No one is about to ask me to install top executives at any news organization. But where I can do my part is making sure I'm on top of all the changes in the field and learning all the multimedia skills my students need to know to succeed. I've spent the past five years transitioning from a print journalism career to an online journalism career, and I'm constantly trying to train my students to do the same. If I don't concede that I don't know everything, if I preach too many "when I was your age" war stories, they're doomed, and so is this profession.

    When I started out as a journalist in the early 1990s, being a good writer or a good reporter or a good photographer was usually enough to land a good entry-level job in print. That model doesn't cut it anymore. Now students need to have all those skills, plus an ability to work in a range of content management systems. Being able to edit video and audio and being fast enough on your feet to file a broadcast from your smartphone doesn't hurt, either. Oh, and don't forget all those crucial social media skills that colleges are not stressing enough.

    At the risk of talking myself out of my teaching job, can we really expect ex-newspaper guys who are still romanticizing print to be able to teach the next generation of journalists all those skills?

    For more on the future of journalism and how to attract readers, continue reading this article on ReadWriteWeb.

    How to Write Readable -- and Retweetable -- Tweets

    Friday, March 9, 2012, 8:38 AM [General]
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    You know the basics of Twitter, but now you want to boost the number of people following your 140-character missives.

    We asked a dozen social media experts the best way to do that, and all of them recommended taking time to write readable -- and, by extension, retweetable -- tweets. What follows is their best advice for increasing your followers' engagement with the content you share on Twitter and other social networks.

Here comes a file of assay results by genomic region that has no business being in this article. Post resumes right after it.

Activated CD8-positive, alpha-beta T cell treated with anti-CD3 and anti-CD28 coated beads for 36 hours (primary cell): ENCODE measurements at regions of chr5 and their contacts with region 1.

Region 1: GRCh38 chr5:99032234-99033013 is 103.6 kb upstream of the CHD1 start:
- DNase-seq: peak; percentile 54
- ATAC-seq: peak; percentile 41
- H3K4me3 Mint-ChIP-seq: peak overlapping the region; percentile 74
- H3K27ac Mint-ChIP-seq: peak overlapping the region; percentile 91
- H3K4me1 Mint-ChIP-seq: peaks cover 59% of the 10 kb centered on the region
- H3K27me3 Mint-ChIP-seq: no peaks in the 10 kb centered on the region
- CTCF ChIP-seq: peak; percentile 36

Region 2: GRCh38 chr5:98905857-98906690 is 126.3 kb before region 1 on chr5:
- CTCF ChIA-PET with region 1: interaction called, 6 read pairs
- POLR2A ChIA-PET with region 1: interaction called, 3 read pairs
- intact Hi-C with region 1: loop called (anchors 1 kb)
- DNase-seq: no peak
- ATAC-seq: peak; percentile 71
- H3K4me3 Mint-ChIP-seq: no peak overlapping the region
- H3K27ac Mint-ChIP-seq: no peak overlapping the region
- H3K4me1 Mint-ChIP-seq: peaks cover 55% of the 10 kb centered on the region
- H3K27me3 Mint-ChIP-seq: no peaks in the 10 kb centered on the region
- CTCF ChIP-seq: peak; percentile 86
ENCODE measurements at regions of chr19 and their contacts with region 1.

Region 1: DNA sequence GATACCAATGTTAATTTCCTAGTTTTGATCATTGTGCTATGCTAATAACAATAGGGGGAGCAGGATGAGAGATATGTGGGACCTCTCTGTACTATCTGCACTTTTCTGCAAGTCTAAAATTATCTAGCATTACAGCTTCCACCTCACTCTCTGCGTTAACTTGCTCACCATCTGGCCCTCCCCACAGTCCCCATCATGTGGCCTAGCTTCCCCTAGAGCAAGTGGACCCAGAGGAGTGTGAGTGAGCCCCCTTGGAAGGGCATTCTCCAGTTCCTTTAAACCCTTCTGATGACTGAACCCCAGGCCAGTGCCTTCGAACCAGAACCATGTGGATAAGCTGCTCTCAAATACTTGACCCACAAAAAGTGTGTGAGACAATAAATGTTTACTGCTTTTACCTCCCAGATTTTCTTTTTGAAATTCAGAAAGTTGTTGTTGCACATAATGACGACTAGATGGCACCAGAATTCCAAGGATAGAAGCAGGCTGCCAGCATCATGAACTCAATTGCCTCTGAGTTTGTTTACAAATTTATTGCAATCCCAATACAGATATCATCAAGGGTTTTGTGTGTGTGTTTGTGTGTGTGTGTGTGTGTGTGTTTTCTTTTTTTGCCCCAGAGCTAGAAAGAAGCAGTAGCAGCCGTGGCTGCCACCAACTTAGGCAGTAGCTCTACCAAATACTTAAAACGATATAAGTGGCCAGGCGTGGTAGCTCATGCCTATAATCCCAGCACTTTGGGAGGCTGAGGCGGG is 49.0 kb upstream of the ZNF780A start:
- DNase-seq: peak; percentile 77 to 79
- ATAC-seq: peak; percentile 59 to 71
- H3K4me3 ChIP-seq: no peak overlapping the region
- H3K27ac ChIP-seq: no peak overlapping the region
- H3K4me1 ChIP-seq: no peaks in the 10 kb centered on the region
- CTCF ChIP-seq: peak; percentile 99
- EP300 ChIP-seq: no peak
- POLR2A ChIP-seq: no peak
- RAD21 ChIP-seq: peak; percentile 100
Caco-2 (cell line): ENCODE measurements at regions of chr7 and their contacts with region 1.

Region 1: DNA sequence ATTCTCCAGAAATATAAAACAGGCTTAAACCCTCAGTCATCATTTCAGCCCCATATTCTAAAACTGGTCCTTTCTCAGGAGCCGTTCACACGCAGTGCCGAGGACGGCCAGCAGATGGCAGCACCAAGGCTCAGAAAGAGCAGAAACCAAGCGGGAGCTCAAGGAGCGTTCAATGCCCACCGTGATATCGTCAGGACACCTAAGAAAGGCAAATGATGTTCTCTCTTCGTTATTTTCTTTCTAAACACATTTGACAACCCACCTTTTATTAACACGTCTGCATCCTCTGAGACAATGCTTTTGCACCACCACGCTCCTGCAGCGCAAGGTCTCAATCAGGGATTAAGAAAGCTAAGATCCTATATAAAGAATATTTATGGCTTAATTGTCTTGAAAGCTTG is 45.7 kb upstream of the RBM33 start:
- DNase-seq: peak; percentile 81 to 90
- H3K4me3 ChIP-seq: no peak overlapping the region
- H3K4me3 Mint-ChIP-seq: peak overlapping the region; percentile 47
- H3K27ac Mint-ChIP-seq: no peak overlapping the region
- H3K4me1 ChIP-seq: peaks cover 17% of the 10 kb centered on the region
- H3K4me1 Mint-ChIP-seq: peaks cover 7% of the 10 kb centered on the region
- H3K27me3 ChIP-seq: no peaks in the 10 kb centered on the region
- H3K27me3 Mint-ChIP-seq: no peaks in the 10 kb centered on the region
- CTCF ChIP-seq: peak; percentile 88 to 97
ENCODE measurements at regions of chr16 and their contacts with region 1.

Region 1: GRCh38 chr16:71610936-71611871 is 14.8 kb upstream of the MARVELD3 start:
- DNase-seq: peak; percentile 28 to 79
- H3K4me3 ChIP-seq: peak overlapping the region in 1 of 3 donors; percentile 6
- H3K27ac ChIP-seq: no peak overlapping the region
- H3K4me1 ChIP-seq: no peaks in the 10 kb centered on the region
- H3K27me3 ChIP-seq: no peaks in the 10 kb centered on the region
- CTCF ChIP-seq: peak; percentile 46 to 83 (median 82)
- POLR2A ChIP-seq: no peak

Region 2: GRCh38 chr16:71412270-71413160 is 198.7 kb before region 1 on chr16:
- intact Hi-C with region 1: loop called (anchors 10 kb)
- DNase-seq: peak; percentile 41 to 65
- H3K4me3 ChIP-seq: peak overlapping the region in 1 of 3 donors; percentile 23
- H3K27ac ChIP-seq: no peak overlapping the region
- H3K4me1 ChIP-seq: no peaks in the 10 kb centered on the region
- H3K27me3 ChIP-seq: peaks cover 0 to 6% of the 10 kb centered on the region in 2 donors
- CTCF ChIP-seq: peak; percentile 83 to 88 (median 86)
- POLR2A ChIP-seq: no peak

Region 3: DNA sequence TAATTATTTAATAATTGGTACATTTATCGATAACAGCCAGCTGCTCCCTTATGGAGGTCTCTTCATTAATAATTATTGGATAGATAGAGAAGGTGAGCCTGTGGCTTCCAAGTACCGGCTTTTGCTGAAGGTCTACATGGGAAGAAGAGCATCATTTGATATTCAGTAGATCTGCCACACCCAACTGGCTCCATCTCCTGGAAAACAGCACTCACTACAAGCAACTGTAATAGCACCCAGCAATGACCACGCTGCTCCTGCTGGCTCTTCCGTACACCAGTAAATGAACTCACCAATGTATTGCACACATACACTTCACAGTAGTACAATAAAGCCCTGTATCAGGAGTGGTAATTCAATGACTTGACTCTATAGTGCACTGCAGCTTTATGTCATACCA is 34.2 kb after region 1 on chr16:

Short and Sweet

    Twitter lets you post up to 140 characters in each messages, but pros shoot for tweets in the sweet spot of 100 to 120 characters. The reason is simple: That lets people add their own quick comment when they retweet your message to their followers.

    "Twitter's limit may be 140 characters, but the most-read tweets are even shorter," said Greg Hakim, a senior account executive with the Boston-based public relations firm Corporate Ink. "Typical users scan Twitter's feed pretty quickly, and tweets that are too long consistently get lost in the shuffle."

    Three Things to Include in Every Tweet

    Columbia Journalism School professor and social media guru Sree Sreenivasan says every tweet should include three elements to increase its chances of being retweeted. In his popular social media training sessions, he advises people that every tweet they write should include:

    • One @ mention: Mentioning at least one Twitter user in each tweet insures that at least someone will read it and, hopefully, share it with their followers. If you're not sure who to mention, Jasmine Davis of the Content Factory recommends mentioning the author of the article, which can encourage engagement.
    • One hashtag: Hashtags make your tweets more searchable, which increases the chances they'll be found by someone not currently following you.
    • One link: Links are love. Whether its an embedded photo or video, or the URL of the article you're sharing, a link is a way to give your followers something useful. Recent studies, according to Internet marketing consultant Steve Webb, show that tweets with links are up to three times more likely to be shared.

    It's important to note that Sreenivasan acknowledges that most of the people who follow you on Twitter will not see most of your tweets. It's even more important to note that Sreenivasan spends five to seven minutes composing each tweet he sends out in hopes of increasing its chances of connecting with his audience.

    For more tips -- inlcuding when to tweet, where to place links, and how to compose tweets -- continue reading this article on ReadWriteWeb.